Every year around November, history is visited by some who commemorate the devastating anti-Sikh violence in Delhi and other northern cities of India in 1984, strongly insisting to never forget 1984, while others insist on forgetting and moving on from that dark chapter in post-independence Indian history. What are the ramifications of this tug-of war between memorialization and demanded forgetfulness of such historical blot? This discussion hopes to bring out the ethical imperatives that Sikhs as well non-Sikhs can and must adopt through a conscientious, empowered remembering. To simply erase violent history is also an act of violence that leads to erasure. We must re-investigate the mainstream history and its role in un-acknowledging the discourse of 1984; we must force ethical challenges to the willful abnegation and/or totalitarian evasion of our social history.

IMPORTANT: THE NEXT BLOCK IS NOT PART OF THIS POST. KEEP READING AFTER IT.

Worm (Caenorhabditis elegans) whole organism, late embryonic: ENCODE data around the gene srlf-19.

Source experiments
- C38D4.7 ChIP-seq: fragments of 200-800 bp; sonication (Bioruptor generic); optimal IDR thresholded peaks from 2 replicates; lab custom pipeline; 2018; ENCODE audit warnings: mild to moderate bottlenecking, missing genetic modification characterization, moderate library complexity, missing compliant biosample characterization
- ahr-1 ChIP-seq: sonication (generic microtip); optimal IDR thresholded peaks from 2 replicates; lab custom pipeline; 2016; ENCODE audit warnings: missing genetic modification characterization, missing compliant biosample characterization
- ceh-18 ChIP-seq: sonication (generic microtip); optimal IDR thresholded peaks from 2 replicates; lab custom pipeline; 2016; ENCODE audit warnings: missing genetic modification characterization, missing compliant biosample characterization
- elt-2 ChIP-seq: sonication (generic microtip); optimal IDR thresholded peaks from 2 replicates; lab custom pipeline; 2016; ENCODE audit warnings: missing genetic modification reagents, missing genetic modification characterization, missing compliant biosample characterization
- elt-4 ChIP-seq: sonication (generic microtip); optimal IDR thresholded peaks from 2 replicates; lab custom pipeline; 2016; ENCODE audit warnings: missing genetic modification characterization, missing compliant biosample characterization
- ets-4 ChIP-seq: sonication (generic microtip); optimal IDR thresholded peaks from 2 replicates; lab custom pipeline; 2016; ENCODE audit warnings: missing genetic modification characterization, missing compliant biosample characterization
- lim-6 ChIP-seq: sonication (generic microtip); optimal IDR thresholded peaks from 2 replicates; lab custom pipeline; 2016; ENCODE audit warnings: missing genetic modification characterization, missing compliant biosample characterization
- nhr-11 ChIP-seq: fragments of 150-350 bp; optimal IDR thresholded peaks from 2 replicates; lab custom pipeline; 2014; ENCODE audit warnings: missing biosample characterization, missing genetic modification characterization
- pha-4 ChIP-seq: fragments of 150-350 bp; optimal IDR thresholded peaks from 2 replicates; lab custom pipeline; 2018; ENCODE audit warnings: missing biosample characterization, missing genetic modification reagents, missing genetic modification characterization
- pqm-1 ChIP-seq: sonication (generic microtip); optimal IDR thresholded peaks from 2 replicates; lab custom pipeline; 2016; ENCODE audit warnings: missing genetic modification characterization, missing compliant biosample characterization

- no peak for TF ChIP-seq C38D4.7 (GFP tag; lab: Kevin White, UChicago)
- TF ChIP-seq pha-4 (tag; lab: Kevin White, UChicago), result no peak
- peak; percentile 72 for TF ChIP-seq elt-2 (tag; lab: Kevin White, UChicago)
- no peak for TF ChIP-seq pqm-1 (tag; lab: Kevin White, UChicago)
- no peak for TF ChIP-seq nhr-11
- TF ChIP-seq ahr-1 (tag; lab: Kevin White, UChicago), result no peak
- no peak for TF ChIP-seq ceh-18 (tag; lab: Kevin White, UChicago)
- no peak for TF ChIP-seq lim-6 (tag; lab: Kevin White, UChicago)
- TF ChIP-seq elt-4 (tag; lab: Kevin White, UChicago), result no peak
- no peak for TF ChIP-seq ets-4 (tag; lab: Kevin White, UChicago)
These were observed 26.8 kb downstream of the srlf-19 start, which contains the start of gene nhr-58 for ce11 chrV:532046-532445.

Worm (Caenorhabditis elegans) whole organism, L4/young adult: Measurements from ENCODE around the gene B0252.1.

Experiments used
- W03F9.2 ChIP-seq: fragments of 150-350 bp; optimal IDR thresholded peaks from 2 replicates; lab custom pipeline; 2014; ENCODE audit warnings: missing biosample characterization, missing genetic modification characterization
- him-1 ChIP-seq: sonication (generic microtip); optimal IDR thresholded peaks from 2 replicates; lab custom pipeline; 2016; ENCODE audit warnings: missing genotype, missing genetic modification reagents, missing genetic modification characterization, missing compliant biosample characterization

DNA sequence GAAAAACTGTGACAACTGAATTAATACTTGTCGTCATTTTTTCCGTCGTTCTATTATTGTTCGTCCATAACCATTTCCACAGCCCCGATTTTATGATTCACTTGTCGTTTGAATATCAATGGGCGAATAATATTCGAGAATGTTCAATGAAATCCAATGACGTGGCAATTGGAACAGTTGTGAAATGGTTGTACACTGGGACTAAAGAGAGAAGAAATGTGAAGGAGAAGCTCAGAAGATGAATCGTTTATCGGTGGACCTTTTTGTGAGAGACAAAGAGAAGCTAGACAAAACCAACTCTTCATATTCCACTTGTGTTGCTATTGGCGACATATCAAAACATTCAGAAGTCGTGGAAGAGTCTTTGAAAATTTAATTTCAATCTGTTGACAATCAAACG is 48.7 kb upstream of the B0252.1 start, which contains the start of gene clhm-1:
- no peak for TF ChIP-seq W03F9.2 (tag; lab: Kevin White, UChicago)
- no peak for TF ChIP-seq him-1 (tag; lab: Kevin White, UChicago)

We will reflect on the enduring effects of Partition through a conversation with third-generation Partition descendants from India and Pakistan, who are also oral historians doing the work of memory.